Imagine opening up one the most recent issue of your favorite national magazine, and while flipping through the table of contents, immediately recognizing the picture of a place that you know well.
Flying across a landscape on a clear day, at low altitude, always reveals things you had not known. From 1,500 feet up, about the height of the Empire State Building, you are far enough from the ground to discern patterns not visible at street level but close enough to pick out details that to airline passengers would be just blurs. From 2,500 feet above the ground, nearly the height of the world’s tallest building, you can see far enough in all directions to notice how cities interleave with suburbs, or how the course of a river, a ridge, a tree line shapes the farmland and settlements around it.
Getting to Eastport by air is certainly an expeditious and efficient mode of travel. But I recommend other ways. The best way is to drive up Route One, turn left at Ellsworth, and leave the tourist coast of Maine while entering true DownEast, Maine. Go through the villages like Millbridge, Columbia Falls, Machias, Whiting and Pembroke before making the right turn towards Moose Island (Eastport is on Moose Island.) Or take the quicker way across the Airline, long reaches of road through forests, across rivers and blueberry barrens before turning right to go through Meddybemps. To truly appreciate Eastport’s remoteness, one has to travel on the land, not fly over it.
The author, James Fallows writes a solid report on the past, present & promise of Eastport, America’s furthest east city at the end of the road. His wife Deborah Fallows gets in the act of reporting as well. Go to www.theAtlantic.com and type in Eastport into the search function for a dozen and more articles reported from & about Eastport. Kay Ryssdal, of Marketplace Radio, also reported from Eastport in a segment titled, American Futures: Welcome to Eastport, Maine.
Why this buzz about Eastport? Most Mainers have never been here, gone here, or really recognize just where Eastport is. Case in point, a photographer friend was looking for a place where we could go and take pictures together. I mentioned that I was going to Eastport and he was welcome to come on by (sic). Then he looked at how far away it is from the southern/midcoast Maine. Folks, you just don’t know what you are missing.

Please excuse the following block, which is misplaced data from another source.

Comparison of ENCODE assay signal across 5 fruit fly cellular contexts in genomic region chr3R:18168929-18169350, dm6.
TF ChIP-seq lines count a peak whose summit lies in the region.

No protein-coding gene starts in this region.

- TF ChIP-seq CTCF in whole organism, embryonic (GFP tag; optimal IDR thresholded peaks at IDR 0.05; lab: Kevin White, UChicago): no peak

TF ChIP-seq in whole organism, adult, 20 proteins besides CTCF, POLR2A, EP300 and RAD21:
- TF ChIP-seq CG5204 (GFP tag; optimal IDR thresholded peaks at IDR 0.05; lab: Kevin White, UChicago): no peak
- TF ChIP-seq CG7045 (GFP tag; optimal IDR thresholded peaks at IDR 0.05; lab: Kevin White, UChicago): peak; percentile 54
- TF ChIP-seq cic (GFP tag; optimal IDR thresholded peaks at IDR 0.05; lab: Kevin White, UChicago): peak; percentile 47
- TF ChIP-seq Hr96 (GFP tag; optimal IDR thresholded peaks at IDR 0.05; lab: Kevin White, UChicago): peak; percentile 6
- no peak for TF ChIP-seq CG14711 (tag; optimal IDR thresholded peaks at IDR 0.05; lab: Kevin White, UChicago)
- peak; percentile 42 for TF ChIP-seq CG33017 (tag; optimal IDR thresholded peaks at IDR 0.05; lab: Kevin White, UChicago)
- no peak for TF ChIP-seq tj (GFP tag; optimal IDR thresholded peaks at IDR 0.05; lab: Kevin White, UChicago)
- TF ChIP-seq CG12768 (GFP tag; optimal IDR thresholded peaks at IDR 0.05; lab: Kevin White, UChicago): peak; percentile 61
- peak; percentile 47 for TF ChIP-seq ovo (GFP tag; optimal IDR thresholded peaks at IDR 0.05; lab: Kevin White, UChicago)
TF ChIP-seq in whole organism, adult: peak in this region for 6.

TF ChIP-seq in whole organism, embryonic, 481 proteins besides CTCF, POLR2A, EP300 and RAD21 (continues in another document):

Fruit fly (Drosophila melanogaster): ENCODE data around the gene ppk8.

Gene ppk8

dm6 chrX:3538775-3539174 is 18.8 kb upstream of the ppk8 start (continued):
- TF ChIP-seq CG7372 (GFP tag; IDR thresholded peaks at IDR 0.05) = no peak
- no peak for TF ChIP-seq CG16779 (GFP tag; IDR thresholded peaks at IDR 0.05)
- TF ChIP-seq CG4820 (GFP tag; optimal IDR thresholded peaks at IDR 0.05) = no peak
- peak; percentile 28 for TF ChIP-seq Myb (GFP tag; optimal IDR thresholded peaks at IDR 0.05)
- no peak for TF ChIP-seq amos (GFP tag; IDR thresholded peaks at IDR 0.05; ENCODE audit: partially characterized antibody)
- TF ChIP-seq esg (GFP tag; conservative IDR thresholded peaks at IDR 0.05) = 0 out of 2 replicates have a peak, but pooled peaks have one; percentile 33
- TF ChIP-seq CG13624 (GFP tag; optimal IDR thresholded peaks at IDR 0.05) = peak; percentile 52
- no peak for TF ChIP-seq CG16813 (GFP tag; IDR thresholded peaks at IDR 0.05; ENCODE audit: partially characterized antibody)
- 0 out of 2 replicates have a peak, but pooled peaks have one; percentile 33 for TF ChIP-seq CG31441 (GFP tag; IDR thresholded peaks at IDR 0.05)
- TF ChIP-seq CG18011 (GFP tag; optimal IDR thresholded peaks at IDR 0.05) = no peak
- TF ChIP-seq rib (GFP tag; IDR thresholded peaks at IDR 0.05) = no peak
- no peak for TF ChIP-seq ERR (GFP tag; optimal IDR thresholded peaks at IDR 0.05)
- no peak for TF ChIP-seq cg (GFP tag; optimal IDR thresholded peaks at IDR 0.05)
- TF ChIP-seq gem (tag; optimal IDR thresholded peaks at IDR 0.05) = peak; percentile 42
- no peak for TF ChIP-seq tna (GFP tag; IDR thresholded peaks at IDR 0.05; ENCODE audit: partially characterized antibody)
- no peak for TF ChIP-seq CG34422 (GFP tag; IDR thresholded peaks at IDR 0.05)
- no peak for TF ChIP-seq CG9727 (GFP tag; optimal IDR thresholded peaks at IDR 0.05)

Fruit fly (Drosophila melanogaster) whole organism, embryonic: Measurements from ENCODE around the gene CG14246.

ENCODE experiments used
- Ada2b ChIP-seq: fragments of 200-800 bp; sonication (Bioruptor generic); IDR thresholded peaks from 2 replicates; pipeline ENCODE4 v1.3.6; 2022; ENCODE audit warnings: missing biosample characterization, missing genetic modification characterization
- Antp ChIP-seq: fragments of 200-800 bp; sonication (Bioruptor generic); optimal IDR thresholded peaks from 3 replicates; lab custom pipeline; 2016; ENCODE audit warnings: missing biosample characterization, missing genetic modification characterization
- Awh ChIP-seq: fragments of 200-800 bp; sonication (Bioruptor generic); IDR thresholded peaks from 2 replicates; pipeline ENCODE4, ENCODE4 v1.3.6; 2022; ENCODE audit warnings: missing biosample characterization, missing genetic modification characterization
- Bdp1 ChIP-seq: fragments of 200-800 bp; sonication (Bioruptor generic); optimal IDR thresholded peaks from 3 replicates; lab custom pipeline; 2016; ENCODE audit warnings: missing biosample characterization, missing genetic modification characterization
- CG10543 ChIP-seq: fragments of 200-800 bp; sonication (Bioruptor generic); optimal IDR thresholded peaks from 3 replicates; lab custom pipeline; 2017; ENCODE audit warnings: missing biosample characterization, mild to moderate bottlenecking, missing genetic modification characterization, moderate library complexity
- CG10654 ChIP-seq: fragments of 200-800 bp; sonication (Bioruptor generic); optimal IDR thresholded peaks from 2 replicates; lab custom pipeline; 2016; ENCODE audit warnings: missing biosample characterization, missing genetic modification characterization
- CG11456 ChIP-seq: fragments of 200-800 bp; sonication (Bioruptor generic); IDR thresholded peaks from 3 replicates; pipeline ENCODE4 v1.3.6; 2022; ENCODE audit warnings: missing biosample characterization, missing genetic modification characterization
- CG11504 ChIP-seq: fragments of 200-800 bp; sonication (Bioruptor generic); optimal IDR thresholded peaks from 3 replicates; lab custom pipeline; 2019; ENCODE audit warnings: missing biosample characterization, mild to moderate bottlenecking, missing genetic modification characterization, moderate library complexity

We started going to Eastport five or six years ago. Why? We are travelers, hadn’t been there, have a fifth wheel and were ready for someplace new. A shoreside campsite was scored at Seaview Campground. From the American side of Passamaquoddy Bay, we watched eagles, whales, the Old Sow Whirlpool, Deer Island and fabulous first sunrises. For some pictures, visit this set on my Flickr site- Eastport Day Three & Four. Since our first trip, we have been back nearly every year and already have reservations for this September ~ think Arrrgghhhh Pirate Festival.
Time has not been kind to Eastport. Over the years, the population has continued to dwindle while the promise remains unrealized. Life is harsh, full time employment means cobbling several seasonal jobs together to make a meager living. Eastport needs two immediate things to go behind thriving to survive.
The first is a rail connection that efficiently, effectively & economically takes advantage of its deep water port facilities. The other is robust internet connectivity – both wired and wireless. Right now, most of the town’s wireless service is from Canadian towers.
Think about Eastport, it deserves a chance to thrive. Take some time to read The Atlantic articles, both in print and online. They tell the tale of the promise yet to be realized.